When I read the document I get the impression that there are environmental and "heritage" restrictions, which is not uncommon in today's world. So your options may have been even more costly if at all possible.


User currently offlineqf002 From Australia, joined Jul 2011, 3020 posts, RR: 2
Reply 8, posted (1 year 7 months 1 week 1 day 19 hours ago) and read 5140 times:

Quoting PITrules (Reply 6):
Ideally I would think up to 3 parallel and one crosswind. Or if they insist on 2 sets of two parallel, at least uncouple the runways so they don't intersect. That way at least 3 of them can be used during less than strong wind conditions which is almost always

But that sort of capacity simply isn't needed. What MEL needs is the flexibility to operate at capacity at all times, regardless of weather conditions (and the winds can be pretty volatile at MEL).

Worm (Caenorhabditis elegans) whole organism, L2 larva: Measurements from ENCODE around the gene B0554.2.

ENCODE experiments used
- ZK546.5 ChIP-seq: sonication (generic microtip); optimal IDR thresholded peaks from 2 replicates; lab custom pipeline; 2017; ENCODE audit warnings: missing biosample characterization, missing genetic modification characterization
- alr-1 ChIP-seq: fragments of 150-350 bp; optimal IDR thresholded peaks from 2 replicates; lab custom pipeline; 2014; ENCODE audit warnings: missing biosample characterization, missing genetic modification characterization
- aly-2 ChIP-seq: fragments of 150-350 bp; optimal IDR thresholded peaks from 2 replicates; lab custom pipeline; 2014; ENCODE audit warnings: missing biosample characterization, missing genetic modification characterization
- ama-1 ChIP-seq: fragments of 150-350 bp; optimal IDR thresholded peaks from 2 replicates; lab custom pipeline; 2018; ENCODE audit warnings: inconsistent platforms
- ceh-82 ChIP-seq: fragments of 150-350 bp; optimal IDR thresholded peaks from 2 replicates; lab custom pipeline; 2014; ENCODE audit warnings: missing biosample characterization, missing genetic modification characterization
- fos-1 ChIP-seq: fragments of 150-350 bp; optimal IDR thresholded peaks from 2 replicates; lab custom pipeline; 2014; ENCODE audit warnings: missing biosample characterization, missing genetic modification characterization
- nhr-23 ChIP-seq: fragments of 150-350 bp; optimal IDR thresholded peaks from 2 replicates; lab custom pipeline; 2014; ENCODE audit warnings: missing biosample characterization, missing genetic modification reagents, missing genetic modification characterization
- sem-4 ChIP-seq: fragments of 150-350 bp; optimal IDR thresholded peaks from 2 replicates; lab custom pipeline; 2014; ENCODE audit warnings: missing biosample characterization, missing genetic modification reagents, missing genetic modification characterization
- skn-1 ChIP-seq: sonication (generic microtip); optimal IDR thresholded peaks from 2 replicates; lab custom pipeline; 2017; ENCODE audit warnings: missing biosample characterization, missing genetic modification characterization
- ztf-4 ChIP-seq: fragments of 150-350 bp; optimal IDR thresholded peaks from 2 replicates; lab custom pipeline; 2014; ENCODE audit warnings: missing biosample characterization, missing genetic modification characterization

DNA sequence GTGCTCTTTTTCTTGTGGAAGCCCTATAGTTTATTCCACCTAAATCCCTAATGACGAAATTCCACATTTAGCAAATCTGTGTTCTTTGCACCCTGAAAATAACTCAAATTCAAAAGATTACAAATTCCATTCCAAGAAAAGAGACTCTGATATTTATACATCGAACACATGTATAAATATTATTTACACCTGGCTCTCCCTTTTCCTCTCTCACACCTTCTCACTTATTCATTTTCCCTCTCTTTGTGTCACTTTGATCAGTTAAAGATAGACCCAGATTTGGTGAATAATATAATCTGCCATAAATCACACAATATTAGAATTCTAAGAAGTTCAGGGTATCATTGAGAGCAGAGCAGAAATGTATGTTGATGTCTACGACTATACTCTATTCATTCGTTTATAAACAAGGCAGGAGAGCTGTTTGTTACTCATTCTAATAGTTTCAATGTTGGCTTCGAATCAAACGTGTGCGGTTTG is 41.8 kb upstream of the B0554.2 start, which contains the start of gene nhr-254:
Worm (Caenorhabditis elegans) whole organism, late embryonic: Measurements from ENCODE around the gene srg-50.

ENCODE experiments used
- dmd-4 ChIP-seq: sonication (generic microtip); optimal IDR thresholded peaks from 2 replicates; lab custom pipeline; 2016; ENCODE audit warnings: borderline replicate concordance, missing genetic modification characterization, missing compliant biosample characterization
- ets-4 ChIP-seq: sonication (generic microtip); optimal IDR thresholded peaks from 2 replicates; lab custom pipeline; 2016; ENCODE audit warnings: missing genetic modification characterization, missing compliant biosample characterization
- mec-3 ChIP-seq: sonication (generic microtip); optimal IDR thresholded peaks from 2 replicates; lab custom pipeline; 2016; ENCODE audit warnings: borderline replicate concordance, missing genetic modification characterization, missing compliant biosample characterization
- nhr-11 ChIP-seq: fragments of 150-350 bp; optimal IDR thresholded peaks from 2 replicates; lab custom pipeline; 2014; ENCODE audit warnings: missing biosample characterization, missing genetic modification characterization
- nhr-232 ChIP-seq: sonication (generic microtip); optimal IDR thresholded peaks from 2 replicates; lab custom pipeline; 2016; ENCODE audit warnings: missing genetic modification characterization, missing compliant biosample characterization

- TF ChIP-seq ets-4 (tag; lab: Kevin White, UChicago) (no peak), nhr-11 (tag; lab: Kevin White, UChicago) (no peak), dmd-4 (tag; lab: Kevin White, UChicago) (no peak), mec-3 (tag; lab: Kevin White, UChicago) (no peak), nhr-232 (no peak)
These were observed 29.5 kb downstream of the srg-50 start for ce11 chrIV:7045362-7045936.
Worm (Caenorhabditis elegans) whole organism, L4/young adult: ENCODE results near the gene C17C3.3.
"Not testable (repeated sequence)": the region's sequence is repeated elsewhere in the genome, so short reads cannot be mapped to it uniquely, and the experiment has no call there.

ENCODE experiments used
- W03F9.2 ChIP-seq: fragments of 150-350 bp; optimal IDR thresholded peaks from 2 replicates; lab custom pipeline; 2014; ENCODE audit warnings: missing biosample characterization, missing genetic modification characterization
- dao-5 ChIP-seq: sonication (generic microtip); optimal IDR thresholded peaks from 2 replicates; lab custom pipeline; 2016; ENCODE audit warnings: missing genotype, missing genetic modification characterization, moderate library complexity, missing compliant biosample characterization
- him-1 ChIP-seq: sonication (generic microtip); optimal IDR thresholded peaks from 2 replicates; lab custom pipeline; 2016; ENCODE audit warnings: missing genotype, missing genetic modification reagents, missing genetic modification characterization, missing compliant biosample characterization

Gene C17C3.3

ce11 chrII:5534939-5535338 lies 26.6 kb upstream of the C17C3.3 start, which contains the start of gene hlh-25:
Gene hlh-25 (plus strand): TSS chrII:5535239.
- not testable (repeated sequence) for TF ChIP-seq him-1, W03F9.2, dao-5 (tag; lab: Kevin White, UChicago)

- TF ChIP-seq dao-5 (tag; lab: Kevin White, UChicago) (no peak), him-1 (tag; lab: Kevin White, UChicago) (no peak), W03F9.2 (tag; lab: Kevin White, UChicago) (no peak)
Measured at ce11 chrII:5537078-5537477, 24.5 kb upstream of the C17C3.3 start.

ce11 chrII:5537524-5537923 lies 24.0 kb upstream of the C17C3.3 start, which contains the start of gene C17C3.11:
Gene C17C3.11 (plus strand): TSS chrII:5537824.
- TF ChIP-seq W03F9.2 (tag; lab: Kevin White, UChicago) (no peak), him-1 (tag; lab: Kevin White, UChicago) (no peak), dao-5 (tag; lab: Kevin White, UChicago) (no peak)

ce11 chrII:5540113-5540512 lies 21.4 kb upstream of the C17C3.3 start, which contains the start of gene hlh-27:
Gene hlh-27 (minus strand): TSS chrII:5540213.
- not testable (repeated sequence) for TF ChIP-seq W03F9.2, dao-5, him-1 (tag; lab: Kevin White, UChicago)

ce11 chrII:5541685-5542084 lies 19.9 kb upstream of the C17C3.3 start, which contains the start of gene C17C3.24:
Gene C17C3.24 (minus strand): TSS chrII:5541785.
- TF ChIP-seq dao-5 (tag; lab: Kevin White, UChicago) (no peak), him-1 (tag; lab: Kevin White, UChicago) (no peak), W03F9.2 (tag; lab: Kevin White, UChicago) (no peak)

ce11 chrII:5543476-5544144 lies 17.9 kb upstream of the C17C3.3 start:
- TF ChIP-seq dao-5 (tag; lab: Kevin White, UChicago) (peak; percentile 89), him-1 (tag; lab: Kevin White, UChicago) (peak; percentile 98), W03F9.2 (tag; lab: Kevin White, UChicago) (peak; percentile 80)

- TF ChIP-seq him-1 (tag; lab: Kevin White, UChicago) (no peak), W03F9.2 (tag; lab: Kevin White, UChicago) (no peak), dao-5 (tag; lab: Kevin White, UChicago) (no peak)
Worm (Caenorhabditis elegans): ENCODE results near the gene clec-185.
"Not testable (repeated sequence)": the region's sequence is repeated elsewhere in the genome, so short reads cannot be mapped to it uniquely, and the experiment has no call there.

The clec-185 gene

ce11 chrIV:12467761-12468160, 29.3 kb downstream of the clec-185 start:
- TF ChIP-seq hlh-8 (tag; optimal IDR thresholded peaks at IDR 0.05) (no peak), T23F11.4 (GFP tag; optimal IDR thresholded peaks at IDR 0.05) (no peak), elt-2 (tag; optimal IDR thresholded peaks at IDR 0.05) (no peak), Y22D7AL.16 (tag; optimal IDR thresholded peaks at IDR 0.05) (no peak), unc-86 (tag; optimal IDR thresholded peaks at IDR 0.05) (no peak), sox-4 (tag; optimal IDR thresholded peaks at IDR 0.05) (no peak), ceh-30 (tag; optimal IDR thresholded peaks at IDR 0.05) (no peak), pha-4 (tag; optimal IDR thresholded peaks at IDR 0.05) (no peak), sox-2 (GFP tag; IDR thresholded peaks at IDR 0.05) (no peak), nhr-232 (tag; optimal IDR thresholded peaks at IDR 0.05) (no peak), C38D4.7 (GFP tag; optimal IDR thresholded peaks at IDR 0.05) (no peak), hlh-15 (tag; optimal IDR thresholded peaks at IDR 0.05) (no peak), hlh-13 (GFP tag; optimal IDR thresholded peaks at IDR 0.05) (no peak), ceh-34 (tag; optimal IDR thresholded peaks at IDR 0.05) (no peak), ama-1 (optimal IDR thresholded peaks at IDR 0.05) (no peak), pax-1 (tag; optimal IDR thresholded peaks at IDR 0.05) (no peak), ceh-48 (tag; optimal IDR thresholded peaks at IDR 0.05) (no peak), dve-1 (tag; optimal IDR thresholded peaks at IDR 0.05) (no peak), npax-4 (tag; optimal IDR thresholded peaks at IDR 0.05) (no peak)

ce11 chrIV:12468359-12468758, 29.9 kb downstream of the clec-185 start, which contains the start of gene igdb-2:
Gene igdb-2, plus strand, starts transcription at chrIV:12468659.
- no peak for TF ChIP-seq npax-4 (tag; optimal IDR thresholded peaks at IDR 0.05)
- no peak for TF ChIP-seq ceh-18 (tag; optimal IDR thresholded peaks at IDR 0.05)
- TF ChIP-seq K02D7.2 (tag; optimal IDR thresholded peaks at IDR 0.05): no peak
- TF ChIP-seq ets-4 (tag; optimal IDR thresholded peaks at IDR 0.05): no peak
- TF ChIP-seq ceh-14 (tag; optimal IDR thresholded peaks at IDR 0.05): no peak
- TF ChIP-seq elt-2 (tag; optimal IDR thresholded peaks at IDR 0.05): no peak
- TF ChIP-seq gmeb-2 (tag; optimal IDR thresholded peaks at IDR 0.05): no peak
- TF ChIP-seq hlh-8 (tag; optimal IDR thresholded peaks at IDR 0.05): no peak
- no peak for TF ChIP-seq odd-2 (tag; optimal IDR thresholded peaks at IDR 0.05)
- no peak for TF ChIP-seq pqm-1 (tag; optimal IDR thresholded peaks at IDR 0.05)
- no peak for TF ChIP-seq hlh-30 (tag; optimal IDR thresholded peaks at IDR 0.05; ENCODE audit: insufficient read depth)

Personally I think the plan is a good one. My only reservation would be the fact that the positioning of 09R/27L could cause issues if they want to add more terminal space south of T4 in future (I'm thinking very long term here).


User currently offlinedirktraveller From Singapore, joined Jan 2011, 623 posts, RR: 2
Reply 9, posted (1 year 7 months 1 week 1 day 19 hours ago) and read 5096 times:

Quoting RyanairGuru (Reply 1):
I cannot help but wonder if 4 runways are actually necessary if the terminal facilities aren't able to support that level of growth.